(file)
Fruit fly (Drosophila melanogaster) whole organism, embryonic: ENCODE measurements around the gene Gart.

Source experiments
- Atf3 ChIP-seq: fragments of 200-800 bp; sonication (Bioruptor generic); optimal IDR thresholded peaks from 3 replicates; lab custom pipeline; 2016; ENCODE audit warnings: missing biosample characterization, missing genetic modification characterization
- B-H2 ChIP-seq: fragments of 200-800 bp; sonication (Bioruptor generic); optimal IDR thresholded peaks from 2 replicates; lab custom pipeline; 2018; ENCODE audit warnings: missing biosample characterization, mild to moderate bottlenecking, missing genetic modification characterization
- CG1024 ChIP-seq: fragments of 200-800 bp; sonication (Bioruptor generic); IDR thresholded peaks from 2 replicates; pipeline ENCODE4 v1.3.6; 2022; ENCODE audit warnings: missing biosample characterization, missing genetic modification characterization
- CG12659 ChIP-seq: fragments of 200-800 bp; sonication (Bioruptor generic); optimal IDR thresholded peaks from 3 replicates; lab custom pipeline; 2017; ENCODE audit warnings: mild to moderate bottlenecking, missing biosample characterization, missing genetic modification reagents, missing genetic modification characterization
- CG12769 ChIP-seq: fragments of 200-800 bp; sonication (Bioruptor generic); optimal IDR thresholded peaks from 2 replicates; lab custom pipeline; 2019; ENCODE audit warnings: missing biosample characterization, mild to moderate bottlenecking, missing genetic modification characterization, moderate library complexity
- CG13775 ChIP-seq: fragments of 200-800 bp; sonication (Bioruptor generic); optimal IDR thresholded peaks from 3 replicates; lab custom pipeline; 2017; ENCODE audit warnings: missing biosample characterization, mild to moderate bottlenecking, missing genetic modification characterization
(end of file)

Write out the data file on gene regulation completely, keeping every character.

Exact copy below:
Fruit fly (Drosophila melanogaster) whole organism, embryonic: ENCODE measurements around the gene Gart.

Source experiments
- Atf3 ChIP-seq: fragments of 200-800 bp; sonication (Bioruptor generic); optimal IDR thresholded peaks from 3 replicates; lab custom pipeline; 2016; ENCODE audit warnings: missing biosample characterization, missing genetic modification characterization
- B-H2 ChIP-seq: fragments of 200-800 bp; sonication (Bioruptor generic); optimal IDR thresholded peaks from 2 replicates; lab custom pipeline; 2018; ENCODE audit warnings: missing biosample characterization, mild to moderate bottlenecking, missing genetic modification characterization
- CG1024 ChIP-seq: fragments of 200-800 bp; sonication (Bioruptor generic); IDR thresholded peaks from 2 replicates; pipeline ENCODE4 v1.3.6; 2022; ENCODE audit warnings: missing biosample characterization, missing genetic modification characterization
- CG12659 ChIP-seq: fragments of 200-800 bp; sonication (Bioruptor generic); optimal IDR thresholded peaks from 3 replicates; lab custom pipeline; 2017; ENCODE audit warnings: mild to moderate bottlenecking, missing biosample characterization, missing genetic modification reagents, missing genetic modification characterization
- CG12769 ChIP-seq: fragments of 200-800 bp; sonication (Bioruptor generic); optimal IDR thresholded peaks from 2 replicates; lab custom pipeline; 2019; ENCODE audit warnings: missing biosample characterization, mild to moderate bottlenecking, missing genetic modification characterization, moderate library complexity
- CG13775 ChIP-seq: fragments of 200-800 bp; sonication (Bioruptor generic); optimal IDR thresholded peaks from 3 replicates; lab custom pipeline; 2017; ENCODE audit warnings: missing biosample characterization, mild to moderate bottlenecking, missing genetic modification characterization